As Israel prepares for a second coronavirus lockdown and all the ensuing economic woes, many of the country's elderly and in need fear that the new restrictions will only make their lives worse.
Volodymyr Kantorovich, an 84-year-old Holocaust survivor from Beit Shemesh, spent the war in Stalingrad, where he lost much of his family.
Some years ago, he contracted malaria, which has affected his health to this day.
Now he is forced to live in a room at his daughter's house as he cannot afford the costs of living on his own.
"I live in my daughter's house because of my financial situation; it is easier to live together," Kantorovich says.
"I worked for 20 years in Israel, but my pension is less than NIS 1,700 (approx. $500) a month. I get another NIS 2,000 in national insurance and a symbolic NIS 200 a month from Russia. With so little income, I need to help with rent, pay for water, electricity and municipal taxes."
"It saddens me that I cannot go on trips or visit the theater. It pains me that I cannot help my daughter financially," he says.
"Despite being an adult, I have to ask her for help. I worked all my life, but I could not get a proper pension to live on without my daughter's help."
Thousands of elderly and Holocaust survivors live in poverty in Israel and are in need of daily help with food, especially during the holiday period.
On Monday, the Knesset State Control Committee, chaired by Yesh Atid MK Ofer Shelah, held a special hearing assisting Israel's Holocaust survivors during the upcoming holidays and lockdown.
"As we frantically prepare for the coming lockdown, we must not abandon those [Holocaust survivors] to whom we have the highest moral duty," Shelah said.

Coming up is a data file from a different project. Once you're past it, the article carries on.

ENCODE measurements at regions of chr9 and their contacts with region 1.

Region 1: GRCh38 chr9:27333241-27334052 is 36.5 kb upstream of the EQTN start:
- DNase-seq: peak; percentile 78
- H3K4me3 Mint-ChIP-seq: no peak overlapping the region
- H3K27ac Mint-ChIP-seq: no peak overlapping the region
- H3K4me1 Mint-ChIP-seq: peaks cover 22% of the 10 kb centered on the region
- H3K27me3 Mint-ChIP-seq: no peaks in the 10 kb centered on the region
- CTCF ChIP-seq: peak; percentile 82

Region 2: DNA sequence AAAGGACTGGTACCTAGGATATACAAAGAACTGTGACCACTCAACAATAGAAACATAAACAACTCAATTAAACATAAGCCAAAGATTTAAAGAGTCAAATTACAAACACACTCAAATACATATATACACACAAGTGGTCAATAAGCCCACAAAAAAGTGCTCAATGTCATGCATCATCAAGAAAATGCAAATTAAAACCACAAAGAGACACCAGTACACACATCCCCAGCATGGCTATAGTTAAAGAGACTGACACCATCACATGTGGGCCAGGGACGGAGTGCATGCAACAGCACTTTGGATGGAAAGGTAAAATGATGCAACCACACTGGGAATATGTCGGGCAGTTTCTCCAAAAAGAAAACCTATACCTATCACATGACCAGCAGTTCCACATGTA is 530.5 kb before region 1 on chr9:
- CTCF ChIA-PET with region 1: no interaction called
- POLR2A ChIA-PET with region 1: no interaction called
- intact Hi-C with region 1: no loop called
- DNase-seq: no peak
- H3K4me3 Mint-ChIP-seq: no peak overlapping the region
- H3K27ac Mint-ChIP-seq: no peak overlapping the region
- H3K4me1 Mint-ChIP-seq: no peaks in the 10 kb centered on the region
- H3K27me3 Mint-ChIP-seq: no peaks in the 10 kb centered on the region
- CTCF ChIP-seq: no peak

Aliyah Vorenczyk, 91, and his wife Sofia, both Holocaust survivors, are also in need of economic aid.
Living in a one-and-a-half room apartment, they even find it hard to buy the medication they need.
"During the war, we had nothing to eat," Vorenczyk says. "But now it is also hard to get money to buy groceries."
"Every month I pay NIS 300 for medication," he says. "My wife has vision and hearing difficulties. She needs a hearing aid and glasses that we cannot afford. She broke both of her legs and is unable to walk. If we had a wheelchair, she would have been able to go outside."
Vorenczyk said that every day is becoming more and more difficult, finding it hard to find what to wear and eat.
"Israel today does not give us what we need," he said.
"Food aid is their oxygen supply," says Chasdei Naomi, a charity that helps more than 5,000 elderly and Holocaust survivors.
"This year has been the hardest we have seen. The middle class became poor and the poor became poorer. This year we are assisting more than 100,000 Israelis and are working hard to reach every one of them."